Platanus x acerifolia Memorial DriveTo continue we turn to noted plant explorer, author, Ernest Henry Wilson (1876-1930) from his 1930 Aristocrats of the Trees, “The most famous and most widely planted street tree in the world is, of course, the so-called London Plane (Platanus acerifolia). This pre-eminence is due to its indifference to city conditions and ability to withstand severe pruning. For the central aisle of broad thoroughfares and for embankments of river fronts it is splendid and its rapid growth is a fine asset…”

London Plane Tree1With many similarities between the two parent species and the hybrid London Planetree we can distinguish a few differences. London Planetree often will have a less creamy-white bark than either of its parents, and its pointed-lobed leaves may have deeper spaces between each lobe. Also the 1 1/2 –inch rounded fruits often occur in twos, as compared to singly with the American sycamore. These ball-shaped fruits are an aggregate of multiple seeds, which during the winter are preferred food of chickadees, juncos, purple finches, squirrels and muskrats to mention some of our wildlife that benefit from these tree.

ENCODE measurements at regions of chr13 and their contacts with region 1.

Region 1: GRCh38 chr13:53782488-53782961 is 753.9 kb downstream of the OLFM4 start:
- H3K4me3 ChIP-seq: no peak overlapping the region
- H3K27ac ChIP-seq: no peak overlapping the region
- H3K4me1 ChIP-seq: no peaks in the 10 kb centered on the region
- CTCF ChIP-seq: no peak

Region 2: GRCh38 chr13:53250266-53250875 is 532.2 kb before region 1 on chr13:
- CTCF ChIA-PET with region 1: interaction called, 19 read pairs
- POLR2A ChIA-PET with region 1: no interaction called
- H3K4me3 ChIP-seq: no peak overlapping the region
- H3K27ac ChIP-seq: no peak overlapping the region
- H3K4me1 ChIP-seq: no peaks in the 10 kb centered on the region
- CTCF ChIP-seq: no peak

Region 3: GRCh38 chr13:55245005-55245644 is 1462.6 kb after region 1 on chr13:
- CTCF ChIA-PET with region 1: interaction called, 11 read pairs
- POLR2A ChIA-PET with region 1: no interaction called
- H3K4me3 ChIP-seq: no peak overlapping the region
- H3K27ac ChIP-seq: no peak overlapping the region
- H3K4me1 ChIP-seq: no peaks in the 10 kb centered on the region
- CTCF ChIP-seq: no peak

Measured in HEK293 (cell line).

While we currently do not have an American sycamore growing, we do have numerous London Planetrees here. On a winter visit you will easily spot their colorful bark on Butternut Path, Crocus Path, Indian Ridge Path, off Alyssum Path, Yarrow Path, Heath Path, Acanthus Path, Olive Path, Garden Avenue, Chestnut Avenue, Glen Avenue, and Willow Pond Knoll among other locations.

About the Author: Jim Gorman

Visitor Services Assistant View all posts by Jim Gorman →

4 Comments

  1. Vincent Da Forno says:

    Hi Jim, Happy New Year! Thanks for all the info on the London Plane Tree, although, you did not mention it’s distinctive spicy odor that, some of us, detect; after all we should use all our senses to enjoy the flora in our vicinity.

    Ciao,
    vincent

  2. Joe Brevard says:

    Hey, Jim, thanks for the very interesting essay on the sycamores and plane trees. When I was a kid in NJ I identified them as street trees and never fully grasped the distinction between the two species. I now see that what I observed as street trees were very likely Platanus x acerifolia. Both are lovely trees, of course.

    Hope to talk to you soon. Janet says hello.

    Joe Brevard